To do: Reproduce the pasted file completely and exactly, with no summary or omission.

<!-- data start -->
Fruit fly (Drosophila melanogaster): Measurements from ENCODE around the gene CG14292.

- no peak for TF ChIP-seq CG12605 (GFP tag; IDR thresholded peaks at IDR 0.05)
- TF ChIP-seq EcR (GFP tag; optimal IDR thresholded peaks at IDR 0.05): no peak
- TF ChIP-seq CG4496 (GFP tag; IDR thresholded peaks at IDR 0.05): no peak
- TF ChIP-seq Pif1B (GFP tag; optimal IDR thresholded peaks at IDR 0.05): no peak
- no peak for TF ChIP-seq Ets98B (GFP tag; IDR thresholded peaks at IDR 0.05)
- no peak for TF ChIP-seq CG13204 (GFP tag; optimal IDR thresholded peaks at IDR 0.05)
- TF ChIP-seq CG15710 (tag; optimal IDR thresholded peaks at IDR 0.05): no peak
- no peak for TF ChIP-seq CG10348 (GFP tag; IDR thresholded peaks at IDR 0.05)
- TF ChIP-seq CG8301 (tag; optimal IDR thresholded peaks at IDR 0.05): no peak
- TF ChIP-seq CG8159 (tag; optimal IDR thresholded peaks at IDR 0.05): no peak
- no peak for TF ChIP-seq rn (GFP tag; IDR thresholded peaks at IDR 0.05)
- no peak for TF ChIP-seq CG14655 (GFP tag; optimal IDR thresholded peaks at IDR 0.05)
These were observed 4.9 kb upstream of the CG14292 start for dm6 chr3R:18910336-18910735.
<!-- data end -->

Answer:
Fruit fly (Drosophila melanogaster): Measurements from ENCODE around the gene CG14292.

- no peak for TF ChIP-seq CG12605 (GFP tag; IDR thresholded peaks at IDR 0.05)
- TF ChIP-seq EcR (GFP tag; optimal IDR thresholded peaks at IDR 0.05): no peak
- TF ChIP-seq CG4496 (GFP tag; IDR thresholded peaks at IDR 0.05): no peak
- TF ChIP-seq Pif1B (GFP tag; optimal IDR thresholded peaks at IDR 0.05): no peak
- no peak for TF ChIP-seq Ets98B (GFP tag; IDR thresholded peaks at IDR 0.05)
- no peak for TF ChIP-seq CG13204 (GFP tag; optimal IDR thresholded peaks at IDR 0.05)
- TF ChIP-seq CG15710 (tag; optimal IDR thresholded peaks at IDR 0.05): no peak
- no peak for TF ChIP-seq CG10348 (GFP tag; IDR thresholded peaks at IDR 0.05)
- TF ChIP-seq CG8301 (tag; optimal IDR thresholded peaks at IDR 0.05): no peak
- TF ChIP-seq CG8159 (tag; optimal IDR thresholded peaks at IDR 0.05): no peak
- no peak for TF ChIP-seq rn (GFP tag; IDR thresholded peaks at IDR 0.05)
- no peak for TF ChIP-seq CG14655 (GFP tag; optimal IDR thresholded peaks at IDR 0.05)
These were observed 4.9 kb upstream of the CG14292 start for dm6 chr3R:18910336-18910735.